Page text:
Kidderminster Harriers FC
Ground Number: 93
Saturday 28th August 2004
Kidderminster Harriers 0-2 Wycombe Wanderers
Coca-Cola League 2
Saturday 28th August 2004
Kidderminster Harriers 0-2 Wycombe Wanderers
Coca-Cola League 2
KIDDERMINSTER HARRIERS - BRIEF HISTORY
The club was founded in 1886 and their origins come from a local rugby and athletics club. After playing in various leagues to start off with, they became founder members of the Birmingham & District League in 1889. They'd remain here until 1940, being crowned champions in 1937 and 1938, the latter on two counts as the competition was split into two sections. The outbreak of World War 2 interrupted proceedings, but in 1948 the club joined the Southern League. Remaining here until 1960, fortunes were mixed, with a high of 3rd in 1952, but relegation to the second tier in 1958, following two second-bottom finishes. A return to the Birmingham & District League followed in 1960, with the competition being renamed the West Midlands (Regional) League two years later. Kidderminster Harriers were champions on four more occasions before returning to the Southern League in 1972. This time they would start in the second tier, generally finishing in the top half. They'd win promotion to the recently formed Alliance Premier League (later renamed the Conference). A third-place finish in their second season was a great start and by 1994 they were champions, though they were denied promotion due to ground grading rules. Kidderminster Harriers were champions for the second time at the turn of the century and this time they had the ground in place to go up. Five seasons were spent in the Football League, the highest finish being 10th in 2002. After a second-bottom finish in 2005, the club returned to the Conference. Despite a runners-up spot in 2013, they lost in the playoff semi-finals to Wrexham. In 2016, Kidderminster Harriers were relegated to the National North following a second-bottom finish. A second place finish last season ended with the club losing to Chorley in the playoffs. This season sees Kidderminster sitting just inside the playoffs in 6th place.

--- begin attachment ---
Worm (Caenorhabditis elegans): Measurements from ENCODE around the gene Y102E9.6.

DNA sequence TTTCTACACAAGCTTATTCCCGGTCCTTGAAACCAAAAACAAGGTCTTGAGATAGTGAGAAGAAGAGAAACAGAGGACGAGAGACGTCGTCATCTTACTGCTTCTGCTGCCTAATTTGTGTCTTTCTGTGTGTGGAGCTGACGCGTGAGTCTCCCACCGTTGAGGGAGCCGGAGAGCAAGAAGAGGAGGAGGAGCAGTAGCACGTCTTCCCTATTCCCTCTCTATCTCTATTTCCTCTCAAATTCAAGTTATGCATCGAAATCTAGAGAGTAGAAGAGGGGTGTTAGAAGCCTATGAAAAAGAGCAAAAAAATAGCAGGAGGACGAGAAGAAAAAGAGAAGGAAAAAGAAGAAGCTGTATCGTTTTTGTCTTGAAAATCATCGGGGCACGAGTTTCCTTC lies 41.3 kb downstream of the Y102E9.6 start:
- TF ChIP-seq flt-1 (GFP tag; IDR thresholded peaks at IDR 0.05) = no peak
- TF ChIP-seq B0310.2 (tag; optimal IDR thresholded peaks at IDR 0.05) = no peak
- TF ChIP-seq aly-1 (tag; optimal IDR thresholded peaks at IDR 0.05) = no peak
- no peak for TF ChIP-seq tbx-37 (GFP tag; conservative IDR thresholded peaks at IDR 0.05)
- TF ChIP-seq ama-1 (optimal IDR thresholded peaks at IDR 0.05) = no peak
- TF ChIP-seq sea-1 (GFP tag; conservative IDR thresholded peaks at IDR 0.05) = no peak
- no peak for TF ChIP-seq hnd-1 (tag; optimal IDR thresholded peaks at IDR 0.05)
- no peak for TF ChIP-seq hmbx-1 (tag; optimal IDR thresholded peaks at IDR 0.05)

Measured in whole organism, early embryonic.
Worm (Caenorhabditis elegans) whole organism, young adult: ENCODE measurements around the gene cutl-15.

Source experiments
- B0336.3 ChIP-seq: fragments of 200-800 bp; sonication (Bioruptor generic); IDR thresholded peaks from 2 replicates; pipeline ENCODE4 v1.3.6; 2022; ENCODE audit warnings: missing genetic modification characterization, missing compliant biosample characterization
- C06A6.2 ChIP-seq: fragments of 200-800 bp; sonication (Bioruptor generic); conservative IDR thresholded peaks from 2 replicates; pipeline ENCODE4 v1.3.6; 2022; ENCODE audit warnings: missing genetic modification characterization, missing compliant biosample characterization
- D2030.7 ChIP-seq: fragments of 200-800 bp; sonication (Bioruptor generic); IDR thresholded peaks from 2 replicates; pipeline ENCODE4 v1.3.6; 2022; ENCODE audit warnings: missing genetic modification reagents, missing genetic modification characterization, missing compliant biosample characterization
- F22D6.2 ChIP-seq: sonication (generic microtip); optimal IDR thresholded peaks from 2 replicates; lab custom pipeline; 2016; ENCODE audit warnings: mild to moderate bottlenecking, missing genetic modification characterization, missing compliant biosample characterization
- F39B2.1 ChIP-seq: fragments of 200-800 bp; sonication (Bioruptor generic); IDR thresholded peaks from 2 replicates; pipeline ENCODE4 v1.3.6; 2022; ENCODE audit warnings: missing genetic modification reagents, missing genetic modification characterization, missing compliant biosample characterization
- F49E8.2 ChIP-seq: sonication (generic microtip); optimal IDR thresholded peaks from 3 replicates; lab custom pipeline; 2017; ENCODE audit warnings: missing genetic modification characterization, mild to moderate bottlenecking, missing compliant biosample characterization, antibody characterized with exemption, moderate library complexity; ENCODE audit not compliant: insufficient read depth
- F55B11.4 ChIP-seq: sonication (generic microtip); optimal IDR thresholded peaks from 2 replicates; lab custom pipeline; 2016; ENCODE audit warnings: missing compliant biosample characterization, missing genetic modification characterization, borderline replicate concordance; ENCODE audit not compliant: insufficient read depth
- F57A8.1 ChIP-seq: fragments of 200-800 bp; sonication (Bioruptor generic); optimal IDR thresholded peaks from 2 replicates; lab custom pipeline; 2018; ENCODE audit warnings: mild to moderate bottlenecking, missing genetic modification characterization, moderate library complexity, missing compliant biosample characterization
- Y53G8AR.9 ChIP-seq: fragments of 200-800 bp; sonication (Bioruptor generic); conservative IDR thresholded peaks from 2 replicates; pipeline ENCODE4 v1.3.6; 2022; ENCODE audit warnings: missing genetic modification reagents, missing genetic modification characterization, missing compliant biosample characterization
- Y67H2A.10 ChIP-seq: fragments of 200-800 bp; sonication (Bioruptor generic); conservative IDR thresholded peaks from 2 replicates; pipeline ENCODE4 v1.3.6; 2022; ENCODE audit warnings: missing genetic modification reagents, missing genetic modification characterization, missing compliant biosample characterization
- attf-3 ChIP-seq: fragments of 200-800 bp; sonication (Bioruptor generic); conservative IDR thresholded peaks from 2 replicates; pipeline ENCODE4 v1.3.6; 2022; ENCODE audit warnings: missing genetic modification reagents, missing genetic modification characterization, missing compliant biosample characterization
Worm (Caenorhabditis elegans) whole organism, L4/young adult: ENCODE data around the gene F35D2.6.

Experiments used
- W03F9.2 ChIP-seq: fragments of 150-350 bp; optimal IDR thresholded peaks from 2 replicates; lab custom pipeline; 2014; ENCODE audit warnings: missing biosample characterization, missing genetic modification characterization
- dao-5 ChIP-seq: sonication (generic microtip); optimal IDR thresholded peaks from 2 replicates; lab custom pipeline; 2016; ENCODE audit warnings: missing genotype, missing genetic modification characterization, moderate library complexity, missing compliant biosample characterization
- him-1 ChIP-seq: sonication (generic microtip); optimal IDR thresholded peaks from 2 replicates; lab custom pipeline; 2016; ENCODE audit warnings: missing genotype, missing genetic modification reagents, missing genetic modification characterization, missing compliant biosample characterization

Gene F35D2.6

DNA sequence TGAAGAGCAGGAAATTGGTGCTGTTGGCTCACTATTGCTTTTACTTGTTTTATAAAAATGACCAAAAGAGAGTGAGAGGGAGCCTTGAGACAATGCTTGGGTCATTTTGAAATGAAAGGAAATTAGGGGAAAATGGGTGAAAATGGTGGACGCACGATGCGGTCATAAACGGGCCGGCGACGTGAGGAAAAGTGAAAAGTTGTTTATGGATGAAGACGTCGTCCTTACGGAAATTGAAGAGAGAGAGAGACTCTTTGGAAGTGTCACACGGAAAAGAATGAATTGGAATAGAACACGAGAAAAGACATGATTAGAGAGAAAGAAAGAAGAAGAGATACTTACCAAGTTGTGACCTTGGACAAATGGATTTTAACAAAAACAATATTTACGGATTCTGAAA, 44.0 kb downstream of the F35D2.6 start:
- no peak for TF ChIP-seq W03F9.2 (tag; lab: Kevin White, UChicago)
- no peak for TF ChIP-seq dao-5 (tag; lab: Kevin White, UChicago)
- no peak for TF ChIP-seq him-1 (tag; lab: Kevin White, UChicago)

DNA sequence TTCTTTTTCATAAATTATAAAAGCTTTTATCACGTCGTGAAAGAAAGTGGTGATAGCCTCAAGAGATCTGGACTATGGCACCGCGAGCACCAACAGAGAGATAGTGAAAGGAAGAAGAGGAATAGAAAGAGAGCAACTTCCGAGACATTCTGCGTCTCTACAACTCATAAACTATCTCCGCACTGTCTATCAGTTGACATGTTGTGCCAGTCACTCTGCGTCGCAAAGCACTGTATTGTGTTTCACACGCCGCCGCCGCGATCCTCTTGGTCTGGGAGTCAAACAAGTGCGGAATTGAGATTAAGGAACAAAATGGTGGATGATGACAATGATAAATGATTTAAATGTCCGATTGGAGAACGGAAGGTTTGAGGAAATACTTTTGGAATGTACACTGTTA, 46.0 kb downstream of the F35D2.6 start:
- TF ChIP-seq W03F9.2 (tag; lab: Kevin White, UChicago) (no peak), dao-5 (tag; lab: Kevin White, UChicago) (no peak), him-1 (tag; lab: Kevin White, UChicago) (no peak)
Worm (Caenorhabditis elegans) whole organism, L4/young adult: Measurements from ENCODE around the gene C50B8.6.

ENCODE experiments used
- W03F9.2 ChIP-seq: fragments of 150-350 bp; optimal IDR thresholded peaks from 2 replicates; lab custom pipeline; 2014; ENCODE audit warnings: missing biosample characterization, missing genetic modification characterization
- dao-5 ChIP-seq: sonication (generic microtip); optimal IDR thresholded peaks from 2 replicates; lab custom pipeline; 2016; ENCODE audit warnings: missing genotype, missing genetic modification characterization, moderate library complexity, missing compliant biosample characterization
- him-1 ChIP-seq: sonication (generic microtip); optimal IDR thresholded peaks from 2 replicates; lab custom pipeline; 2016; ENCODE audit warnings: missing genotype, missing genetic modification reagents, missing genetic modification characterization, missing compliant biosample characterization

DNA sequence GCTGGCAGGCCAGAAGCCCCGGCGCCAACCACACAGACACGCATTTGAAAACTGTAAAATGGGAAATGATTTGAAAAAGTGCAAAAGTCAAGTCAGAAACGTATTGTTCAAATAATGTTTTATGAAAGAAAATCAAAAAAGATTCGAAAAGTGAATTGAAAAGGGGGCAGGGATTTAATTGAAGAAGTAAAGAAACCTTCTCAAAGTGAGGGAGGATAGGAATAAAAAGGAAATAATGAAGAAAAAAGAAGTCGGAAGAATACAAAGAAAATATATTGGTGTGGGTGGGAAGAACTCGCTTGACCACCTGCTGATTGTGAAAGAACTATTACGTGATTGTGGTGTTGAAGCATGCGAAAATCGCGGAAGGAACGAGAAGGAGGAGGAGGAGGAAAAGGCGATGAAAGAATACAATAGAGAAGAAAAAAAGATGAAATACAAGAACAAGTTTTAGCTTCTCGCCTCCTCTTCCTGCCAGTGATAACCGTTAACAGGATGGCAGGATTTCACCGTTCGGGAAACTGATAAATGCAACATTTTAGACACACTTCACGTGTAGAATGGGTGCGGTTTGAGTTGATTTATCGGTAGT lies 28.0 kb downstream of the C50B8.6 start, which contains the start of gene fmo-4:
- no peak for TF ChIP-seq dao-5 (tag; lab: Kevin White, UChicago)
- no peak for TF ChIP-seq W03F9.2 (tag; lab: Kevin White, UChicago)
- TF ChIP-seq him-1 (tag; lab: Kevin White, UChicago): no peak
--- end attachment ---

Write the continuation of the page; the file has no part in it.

The FA Cup has seen many a good run and in 1994 they achieved the joint best-ever run by a non-league club since they pyramid was formed. Starting in the 4th Qualifying Round, Kidderminster beat Chesham United, Kettering Town, Woking, Birmingham City & Preston North End before a narrow 1-0 5th Round defeat to West Ham in front of 8,000 home fans. During their time in the football league, Kidderminster never won a League Cup tie, but they did reach the area semi-final of the Football League Trophy in 2006. The FA Trophy final has been reached on 4 occasions, the trophy being lifted on their debut in 1987, albeit through a replay at West Brom as they defeated Burton Albion 2-1. During the late 1970s and early 1980s, the club was invited to compete in the Welsh Cup. They twice reached the final, losing to Wrexham in 1986 and Swansea City in 1989. Other cup wins include the Bob Lord Trophy (Conference League Cup) in 1997, the Southern League Cup in 1980, the Worcestershire Senior Cup 25 times, the Birmingham Senior Cup on 7 occasions and the Staffordshire Senior Cup on 4 occasions.
The club's attendance record came in 1948 when 9,155 saw them beat Hereford United in an FA Cup 1st Round tie. The record victory came in 1889 as Kidderminster thrashed Hereford Club 25-0. Record appearance holder is Brendan Wassall with 686 appearances, whilst his brother Peter scored a total of 448 goals between 1963 and 1974. Future Wycombe player Kim Casey scored a massive 73 goals in 68 games during the 1985-86 season. The record transfer expenditure came in 2000 when Andy Ducros whilst they received £300,000 for Jamile Matt from Fleetwood Town in 2013. The town of Kidderminster has a population of 55,530 with the major economy comes from carpet making, so much so that there is a museum in the town dedicated to the subject. The town's most well known former resident is radio presenter James O'Brien who also supports the club.